From the McAfee Help section dealing with Shredding :
You can specify how many times (up to 10) that you want to shred an item: 1 (Quick) is the fastest and 10 (Complete) is the most secure. The more times you shred an item, the more confident you can feel knowing that your private information cannot be recovered.
A summary screen shows you the total number of items shred and any items that cannot be shredded. If you minimize your McAfee software while the tool is running, an alert shows you the total number of items shred and any items that cannot be shredded.
You can also shred an item directly from Windows Explorer with a manual shred.
Before you shred any files or folders, make sure that you no longer need them. Once you shred a file, it is gone forever and cannot be restored.
In theory, there may be a way to recover something that has been shredded. Everything though depends on how thorough the shredding was, and how much time has passed since it was shredded. "Shredding" is the process of overwriting data on disk to make it more or less unrecoverable. If the data is overwritten only once or twice then it can be recovered, with some data loss, even by freely-available recovery tools like Piriform's Recuva. If the data is overwritten many times then only specialist digital forensic tools stand a chance of recovering it.
The McAfee Shred options indicate how effective shredding might have been -
Recuva might get something back if the Shred option chosen was Quick (see below), but after something has been shredded the space it occupied becomes available for general use. So a very-recently shredded file might (perhaps) be recoverable, but after a few days the disk location could have been used and re-used many times.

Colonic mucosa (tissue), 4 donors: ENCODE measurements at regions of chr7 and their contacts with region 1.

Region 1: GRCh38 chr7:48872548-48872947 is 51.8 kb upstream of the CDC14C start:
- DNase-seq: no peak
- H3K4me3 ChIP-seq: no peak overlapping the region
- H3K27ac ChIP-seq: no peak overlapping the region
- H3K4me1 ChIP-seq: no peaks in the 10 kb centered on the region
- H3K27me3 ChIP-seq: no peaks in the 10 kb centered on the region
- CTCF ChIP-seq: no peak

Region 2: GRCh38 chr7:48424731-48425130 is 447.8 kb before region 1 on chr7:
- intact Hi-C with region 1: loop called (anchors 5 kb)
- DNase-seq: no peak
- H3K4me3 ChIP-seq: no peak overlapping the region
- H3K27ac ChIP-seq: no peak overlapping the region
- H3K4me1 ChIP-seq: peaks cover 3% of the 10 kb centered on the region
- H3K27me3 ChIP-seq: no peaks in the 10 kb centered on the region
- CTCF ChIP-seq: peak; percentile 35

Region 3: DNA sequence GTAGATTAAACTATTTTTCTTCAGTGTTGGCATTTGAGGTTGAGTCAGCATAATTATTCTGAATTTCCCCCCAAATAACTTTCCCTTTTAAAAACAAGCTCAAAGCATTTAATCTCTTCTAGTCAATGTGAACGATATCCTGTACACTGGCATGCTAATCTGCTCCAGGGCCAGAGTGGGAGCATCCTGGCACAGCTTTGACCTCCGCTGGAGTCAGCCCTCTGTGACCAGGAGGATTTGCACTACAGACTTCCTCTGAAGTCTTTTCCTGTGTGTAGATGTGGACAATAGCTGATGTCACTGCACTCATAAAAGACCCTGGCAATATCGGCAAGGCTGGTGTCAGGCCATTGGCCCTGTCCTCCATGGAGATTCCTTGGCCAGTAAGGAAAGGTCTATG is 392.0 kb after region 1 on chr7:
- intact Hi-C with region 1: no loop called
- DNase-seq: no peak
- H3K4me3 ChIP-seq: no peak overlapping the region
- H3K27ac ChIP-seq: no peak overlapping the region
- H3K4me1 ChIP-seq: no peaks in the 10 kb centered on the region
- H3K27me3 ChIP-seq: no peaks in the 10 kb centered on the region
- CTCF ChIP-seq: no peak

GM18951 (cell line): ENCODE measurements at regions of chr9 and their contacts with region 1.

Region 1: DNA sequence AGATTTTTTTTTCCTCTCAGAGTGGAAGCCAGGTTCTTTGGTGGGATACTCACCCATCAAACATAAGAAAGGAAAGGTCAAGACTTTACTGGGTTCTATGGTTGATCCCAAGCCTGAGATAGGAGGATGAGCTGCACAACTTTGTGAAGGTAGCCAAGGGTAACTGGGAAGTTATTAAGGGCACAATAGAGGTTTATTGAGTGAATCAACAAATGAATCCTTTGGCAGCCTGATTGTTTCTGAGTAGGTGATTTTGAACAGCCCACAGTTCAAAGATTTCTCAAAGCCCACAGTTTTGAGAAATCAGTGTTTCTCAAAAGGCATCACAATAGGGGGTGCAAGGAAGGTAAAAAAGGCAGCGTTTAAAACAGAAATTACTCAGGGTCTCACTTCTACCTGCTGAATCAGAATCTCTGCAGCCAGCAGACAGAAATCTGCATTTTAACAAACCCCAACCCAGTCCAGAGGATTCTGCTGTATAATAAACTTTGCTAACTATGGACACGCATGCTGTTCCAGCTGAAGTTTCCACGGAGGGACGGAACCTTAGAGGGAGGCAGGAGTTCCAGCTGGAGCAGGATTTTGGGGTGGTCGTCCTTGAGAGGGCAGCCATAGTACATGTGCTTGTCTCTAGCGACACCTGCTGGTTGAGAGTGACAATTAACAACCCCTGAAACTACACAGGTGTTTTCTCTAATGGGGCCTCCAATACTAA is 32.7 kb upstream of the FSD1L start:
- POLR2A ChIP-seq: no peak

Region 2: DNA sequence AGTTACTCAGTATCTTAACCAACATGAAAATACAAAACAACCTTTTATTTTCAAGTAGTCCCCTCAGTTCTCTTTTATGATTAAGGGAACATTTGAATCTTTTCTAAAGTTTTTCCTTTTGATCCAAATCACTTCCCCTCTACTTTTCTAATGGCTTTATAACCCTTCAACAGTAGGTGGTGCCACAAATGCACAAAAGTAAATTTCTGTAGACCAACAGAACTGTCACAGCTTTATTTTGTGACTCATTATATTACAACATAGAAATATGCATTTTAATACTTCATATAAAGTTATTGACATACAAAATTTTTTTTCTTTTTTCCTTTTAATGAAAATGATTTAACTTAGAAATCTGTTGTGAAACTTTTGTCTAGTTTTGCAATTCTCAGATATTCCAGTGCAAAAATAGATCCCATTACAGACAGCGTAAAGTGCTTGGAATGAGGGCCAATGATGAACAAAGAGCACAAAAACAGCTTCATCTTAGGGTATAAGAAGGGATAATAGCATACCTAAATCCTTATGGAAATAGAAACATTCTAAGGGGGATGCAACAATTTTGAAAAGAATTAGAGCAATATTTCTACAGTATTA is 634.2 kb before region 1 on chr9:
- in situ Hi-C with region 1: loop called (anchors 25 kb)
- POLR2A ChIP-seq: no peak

As an experiment I copied a small gif file to a Temp directory and shredded it using Basic shred type. Recuva was unable to locate it, which means the chances of recovery even from a Quick shred are not good.
The only hope of getting back a shredded file is if user files have been copied to a backup location (even copying to a different partition on the same disk is better than nothing). If you shred a system file (and you shouldn't) then Windows keeps its own copies of those files. Otherwise .... no. Shredding is, to all intents and purposes, destructively final.
Edit - Wikipedia is quite informative on tech matters. See
Second edit - Recuva found the file using its Deep Scan option (which can take a very long time to run unless you have a small-capacity HDD) but reported it as unrecoverable and overwritten with a newly-created temp file. So don't hold out too much hope for getting a shredded file back even if you only used minimal shredding.
Message was edited by: Hayton on 31/12/12 00:09:09 GMT